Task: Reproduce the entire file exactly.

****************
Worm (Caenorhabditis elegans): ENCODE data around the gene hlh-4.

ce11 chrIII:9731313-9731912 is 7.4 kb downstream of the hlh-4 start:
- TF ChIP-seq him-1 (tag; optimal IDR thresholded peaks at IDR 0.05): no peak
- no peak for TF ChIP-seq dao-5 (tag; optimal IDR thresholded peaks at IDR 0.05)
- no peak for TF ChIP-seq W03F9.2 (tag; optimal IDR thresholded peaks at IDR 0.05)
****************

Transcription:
Worm (Caenorhabditis elegans): ENCODE data around the gene hlh-4.

ce11 chrIII:9731313-9731912 is 7.4 kb downstream of the hlh-4 start:
- TF ChIP-seq him-1 (tag; optimal IDR thresholded peaks at IDR 0.05): no peak
- no peak for TF ChIP-seq dao-5 (tag; optimal IDR thresholded peaks at IDR 0.05)
- no peak for TF ChIP-seq W03F9.2 (tag; optimal IDR thresholded peaks at IDR 0.05)